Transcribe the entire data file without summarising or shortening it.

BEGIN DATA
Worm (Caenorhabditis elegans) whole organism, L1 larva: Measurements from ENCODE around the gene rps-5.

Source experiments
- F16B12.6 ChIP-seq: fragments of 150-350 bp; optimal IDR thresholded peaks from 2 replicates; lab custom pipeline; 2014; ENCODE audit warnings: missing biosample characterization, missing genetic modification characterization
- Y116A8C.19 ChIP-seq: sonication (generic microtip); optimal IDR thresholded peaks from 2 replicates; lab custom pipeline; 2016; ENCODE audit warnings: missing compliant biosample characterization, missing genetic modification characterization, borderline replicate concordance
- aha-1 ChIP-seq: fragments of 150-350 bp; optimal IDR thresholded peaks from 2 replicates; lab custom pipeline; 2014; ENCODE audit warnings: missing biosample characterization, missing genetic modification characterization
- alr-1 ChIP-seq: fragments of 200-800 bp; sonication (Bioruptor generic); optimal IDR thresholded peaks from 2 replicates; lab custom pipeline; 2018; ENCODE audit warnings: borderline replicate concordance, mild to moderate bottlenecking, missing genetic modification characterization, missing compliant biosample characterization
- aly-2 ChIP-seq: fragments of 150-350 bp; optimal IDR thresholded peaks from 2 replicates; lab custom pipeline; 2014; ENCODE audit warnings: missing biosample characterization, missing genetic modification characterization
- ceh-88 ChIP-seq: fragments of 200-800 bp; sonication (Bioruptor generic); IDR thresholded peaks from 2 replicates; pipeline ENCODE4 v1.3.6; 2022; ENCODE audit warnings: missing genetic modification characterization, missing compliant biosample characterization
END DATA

Worm (Caenorhabditis elegans) whole organism, L1 larva: Measurements from ENCODE around the gene rps-5.

Source experiments
- F16B12.6 ChIP-seq: fragments of 150-350 bp; optimal IDR thresholded peaks from 2 replicates; lab custom pipeline; 2014; ENCODE audit warnings: missing biosample characterization, missing genetic modification characterization
- Y116A8C.19 ChIP-seq: sonication (generic microtip); optimal IDR thresholded peaks from 2 replicates; lab custom pipeline; 2016; ENCODE audit warnings: missing compliant biosample characterization, missing genetic modification characterization, borderline replicate concordance
- aha-1 ChIP-seq: fragments of 150-350 bp; optimal IDR thresholded peaks from 2 replicates; lab custom pipeline; 2014; ENCODE audit warnings: missing biosample characterization, missing genetic modification characterization
- alr-1 ChIP-seq: fragments of 200-800 bp; sonication (Bioruptor generic); optimal IDR thresholded peaks from 2 replicates; lab custom pipeline; 2018; ENCODE audit warnings: borderline replicate concordance, mild to moderate bottlenecking, missing genetic modification characterization, missing compliant biosample characterization
- aly-2 ChIP-seq: fragments of 150-350 bp; optimal IDR thresholded peaks from 2 replicates; lab custom pipeline; 2014; ENCODE audit warnings: missing biosample characterization, missing genetic modification characterization
- ceh-88 ChIP-seq: fragments of 200-800 bp; sonication (Bioruptor generic); IDR thresholded peaks from 2 replicates; pipeline ENCODE4 v1.3.6; 2022; ENCODE audit warnings: missing genetic modification characterization, missing compliant biosample characterization